Boiled down to the core, distress is usually caused by one or more of the following: Low self esteem, high self criticism, poor coping skills, inadequate social support, negative affect (stress, depression, anxiety), history of trauma, or chrionic health problems.
While it’s natural and admirable to want to help a friend when they are suffering, you have to make sure you yourself are feeling good. The more positive you feel as a helper, the more effective you can be!
A major thing to keep in mind when trying to help a friend, is that change is incremental. For example, just because you have one conversation with someone about their drinking problem, doesn’t mean that they’re going to stop drinking all together or seek help then and there. Respect your friend enough to allow them to change at their own pace and in their own way.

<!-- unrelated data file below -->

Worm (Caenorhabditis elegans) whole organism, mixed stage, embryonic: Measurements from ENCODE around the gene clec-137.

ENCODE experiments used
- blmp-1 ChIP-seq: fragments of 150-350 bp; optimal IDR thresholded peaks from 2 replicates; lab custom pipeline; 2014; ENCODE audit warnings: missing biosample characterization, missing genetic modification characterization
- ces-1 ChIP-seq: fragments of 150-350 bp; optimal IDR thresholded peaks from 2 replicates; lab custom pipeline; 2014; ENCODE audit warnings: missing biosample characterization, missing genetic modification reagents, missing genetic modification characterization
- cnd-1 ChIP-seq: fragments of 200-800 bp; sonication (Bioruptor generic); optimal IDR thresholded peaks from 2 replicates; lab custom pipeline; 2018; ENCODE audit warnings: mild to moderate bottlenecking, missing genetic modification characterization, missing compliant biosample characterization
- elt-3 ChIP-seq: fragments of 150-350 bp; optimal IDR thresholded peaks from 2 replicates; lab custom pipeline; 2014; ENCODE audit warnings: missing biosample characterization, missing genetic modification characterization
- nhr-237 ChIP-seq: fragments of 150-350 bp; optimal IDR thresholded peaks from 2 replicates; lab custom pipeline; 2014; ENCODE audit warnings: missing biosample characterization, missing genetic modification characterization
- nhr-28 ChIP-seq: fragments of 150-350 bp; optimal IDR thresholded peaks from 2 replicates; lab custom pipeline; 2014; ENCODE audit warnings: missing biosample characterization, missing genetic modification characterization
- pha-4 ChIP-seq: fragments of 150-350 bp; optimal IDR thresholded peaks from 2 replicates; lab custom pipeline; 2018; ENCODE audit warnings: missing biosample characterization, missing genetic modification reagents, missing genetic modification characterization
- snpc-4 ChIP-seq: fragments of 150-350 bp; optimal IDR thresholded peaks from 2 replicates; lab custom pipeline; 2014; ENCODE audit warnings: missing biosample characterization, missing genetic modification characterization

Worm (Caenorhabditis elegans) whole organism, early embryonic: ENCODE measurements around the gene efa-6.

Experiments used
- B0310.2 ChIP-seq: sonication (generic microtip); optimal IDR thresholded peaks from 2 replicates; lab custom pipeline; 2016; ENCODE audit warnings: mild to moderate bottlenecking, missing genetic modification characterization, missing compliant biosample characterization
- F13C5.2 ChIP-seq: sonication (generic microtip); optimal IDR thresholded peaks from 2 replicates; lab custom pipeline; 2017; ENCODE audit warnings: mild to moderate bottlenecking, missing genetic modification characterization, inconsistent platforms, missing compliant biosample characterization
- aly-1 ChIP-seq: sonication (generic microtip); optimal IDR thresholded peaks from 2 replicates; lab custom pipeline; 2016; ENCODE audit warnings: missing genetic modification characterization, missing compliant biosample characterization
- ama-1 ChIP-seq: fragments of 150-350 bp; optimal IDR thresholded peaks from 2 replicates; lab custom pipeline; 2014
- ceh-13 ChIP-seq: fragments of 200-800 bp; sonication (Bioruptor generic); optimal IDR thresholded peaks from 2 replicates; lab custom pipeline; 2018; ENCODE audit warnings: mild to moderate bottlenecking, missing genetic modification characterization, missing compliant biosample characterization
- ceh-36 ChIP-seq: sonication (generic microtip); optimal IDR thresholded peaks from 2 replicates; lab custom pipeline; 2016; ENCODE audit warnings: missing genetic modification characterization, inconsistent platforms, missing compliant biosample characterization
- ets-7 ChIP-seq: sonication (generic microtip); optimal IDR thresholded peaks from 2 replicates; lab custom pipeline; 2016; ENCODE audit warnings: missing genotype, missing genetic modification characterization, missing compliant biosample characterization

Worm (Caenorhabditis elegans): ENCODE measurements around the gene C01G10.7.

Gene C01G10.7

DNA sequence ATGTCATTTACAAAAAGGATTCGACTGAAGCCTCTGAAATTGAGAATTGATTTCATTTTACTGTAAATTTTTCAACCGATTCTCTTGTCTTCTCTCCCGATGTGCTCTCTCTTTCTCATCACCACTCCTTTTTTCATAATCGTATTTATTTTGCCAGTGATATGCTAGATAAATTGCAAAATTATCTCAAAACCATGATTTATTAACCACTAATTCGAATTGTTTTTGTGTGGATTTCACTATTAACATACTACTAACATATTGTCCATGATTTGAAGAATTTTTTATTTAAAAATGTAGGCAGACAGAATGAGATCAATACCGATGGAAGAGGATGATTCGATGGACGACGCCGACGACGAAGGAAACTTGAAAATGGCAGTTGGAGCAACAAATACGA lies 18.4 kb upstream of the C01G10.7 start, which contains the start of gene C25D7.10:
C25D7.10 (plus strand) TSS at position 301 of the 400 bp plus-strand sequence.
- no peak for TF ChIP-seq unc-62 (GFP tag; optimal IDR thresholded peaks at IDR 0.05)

Your job as a helper is to let the person know you love and support them, even as they struggle, you’re there to listen and support. You’re worried because you care; let your caring be more important than your worry. It is also your job to raise awareness of the available resources and refer your friend to them as needed. It is also your job to take care of yourself so that you can be mentally and physically strong enough to support your friend during their time of need.